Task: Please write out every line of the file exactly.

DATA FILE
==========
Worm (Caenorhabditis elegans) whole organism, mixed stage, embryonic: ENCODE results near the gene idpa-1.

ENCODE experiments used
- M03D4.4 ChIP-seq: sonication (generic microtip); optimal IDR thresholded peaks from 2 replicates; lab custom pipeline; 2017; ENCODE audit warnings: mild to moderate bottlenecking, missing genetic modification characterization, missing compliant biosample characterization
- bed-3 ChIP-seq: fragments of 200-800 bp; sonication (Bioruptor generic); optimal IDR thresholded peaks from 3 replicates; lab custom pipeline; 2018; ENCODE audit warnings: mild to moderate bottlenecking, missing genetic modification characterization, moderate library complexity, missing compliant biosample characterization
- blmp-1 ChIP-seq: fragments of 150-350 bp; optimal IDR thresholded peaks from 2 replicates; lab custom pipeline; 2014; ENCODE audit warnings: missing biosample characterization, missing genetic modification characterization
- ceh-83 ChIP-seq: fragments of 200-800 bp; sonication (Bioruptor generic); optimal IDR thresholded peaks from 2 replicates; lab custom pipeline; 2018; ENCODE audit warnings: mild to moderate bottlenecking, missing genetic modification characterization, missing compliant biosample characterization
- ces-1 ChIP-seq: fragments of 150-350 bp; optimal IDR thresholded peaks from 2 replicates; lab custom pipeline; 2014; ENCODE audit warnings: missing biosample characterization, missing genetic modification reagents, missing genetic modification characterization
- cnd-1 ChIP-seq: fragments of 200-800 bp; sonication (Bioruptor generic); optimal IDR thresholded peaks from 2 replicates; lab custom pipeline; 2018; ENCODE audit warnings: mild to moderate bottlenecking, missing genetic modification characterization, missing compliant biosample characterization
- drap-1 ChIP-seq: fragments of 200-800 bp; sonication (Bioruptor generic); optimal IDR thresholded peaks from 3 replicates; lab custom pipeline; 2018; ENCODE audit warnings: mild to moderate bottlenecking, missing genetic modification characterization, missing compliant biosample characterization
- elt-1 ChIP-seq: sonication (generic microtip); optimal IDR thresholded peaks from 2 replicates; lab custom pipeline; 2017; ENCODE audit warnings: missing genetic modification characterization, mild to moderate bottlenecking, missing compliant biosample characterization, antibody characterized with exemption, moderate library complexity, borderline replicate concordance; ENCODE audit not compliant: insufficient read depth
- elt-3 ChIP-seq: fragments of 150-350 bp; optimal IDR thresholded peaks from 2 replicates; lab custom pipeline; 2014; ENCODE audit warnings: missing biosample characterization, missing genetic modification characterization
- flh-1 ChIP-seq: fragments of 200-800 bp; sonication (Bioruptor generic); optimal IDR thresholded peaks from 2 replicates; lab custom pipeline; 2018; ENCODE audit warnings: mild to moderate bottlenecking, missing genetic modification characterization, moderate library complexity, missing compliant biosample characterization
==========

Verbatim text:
Worm (Caenorhabditis elegans) whole organism, mixed stage, embryonic: ENCODE results near the gene idpa-1.

ENCODE experiments used
- M03D4.4 ChIP-seq: sonication (generic microtip); optimal IDR thresholded peaks from 2 replicates; lab custom pipeline; 2017; ENCODE audit warnings: mild to moderate bottlenecking, missing genetic modification characterization, missing compliant biosample characterization
- bed-3 ChIP-seq: fragments of 200-800 bp; sonication (Bioruptor generic); optimal IDR thresholded peaks from 3 replicates; lab custom pipeline; 2018; ENCODE audit warnings: mild to moderate bottlenecking, missing genetic modification characterization, moderate library complexity, missing compliant biosample characterization
- blmp-1 ChIP-seq: fragments of 150-350 bp; optimal IDR thresholded peaks from 2 replicates; lab custom pipeline; 2014; ENCODE audit warnings: missing biosample characterization, missing genetic modification characterization
- ceh-83 ChIP-seq: fragments of 200-800 bp; sonication (Bioruptor generic); optimal IDR thresholded peaks from 2 replicates; lab custom pipeline; 2018; ENCODE audit warnings: mild to moderate bottlenecking, missing genetic modification characterization, missing compliant biosample characterization
- ces-1 ChIP-seq: fragments of 150-350 bp; optimal IDR thresholded peaks from 2 replicates; lab custom pipeline; 2014; ENCODE audit warnings: missing biosample characterization, missing genetic modification reagents, missing genetic modification characterization
- cnd-1 ChIP-seq: fragments of 200-800 bp; sonication (Bioruptor generic); optimal IDR thresholded peaks from 2 replicates; lab custom pipeline; 2018; ENCODE audit warnings: mild to moderate bottlenecking, missing genetic modification characterization, missing compliant biosample characterization
- drap-1 ChIP-seq: fragments of 200-800 bp; sonication (Bioruptor generic); optimal IDR thresholded peaks from 3 replicates; lab custom pipeline; 2018; ENCODE audit warnings: mild to moderate bottlenecking, missing genetic modification characterization, missing compliant biosample characterization
- elt-1 ChIP-seq: sonication (generic microtip); optimal IDR thresholded peaks from 2 replicates; lab custom pipeline; 2017; ENCODE audit warnings: missing genetic modification characterization, mild to moderate bottlenecking, missing compliant biosample characterization, antibody characterized with exemption, moderate library complexity, borderline replicate concordance; ENCODE audit not compliant: insufficient read depth
- elt-3 ChIP-seq: fragments of 150-350 bp; optimal IDR thresholded peaks from 2 replicates; lab custom pipeline; 2014; ENCODE audit warnings: missing biosample characterization, missing genetic modification characterization
- flh-1 ChIP-seq: fragments of 200-800 bp; sonication (Bioruptor generic); optimal IDR thresholded peaks from 2 replicates; lab custom pipeline; 2018; ENCODE audit warnings: mild to moderate bottlenecking, missing genetic modification characterization, moderate library complexity, missing compliant biosample characterization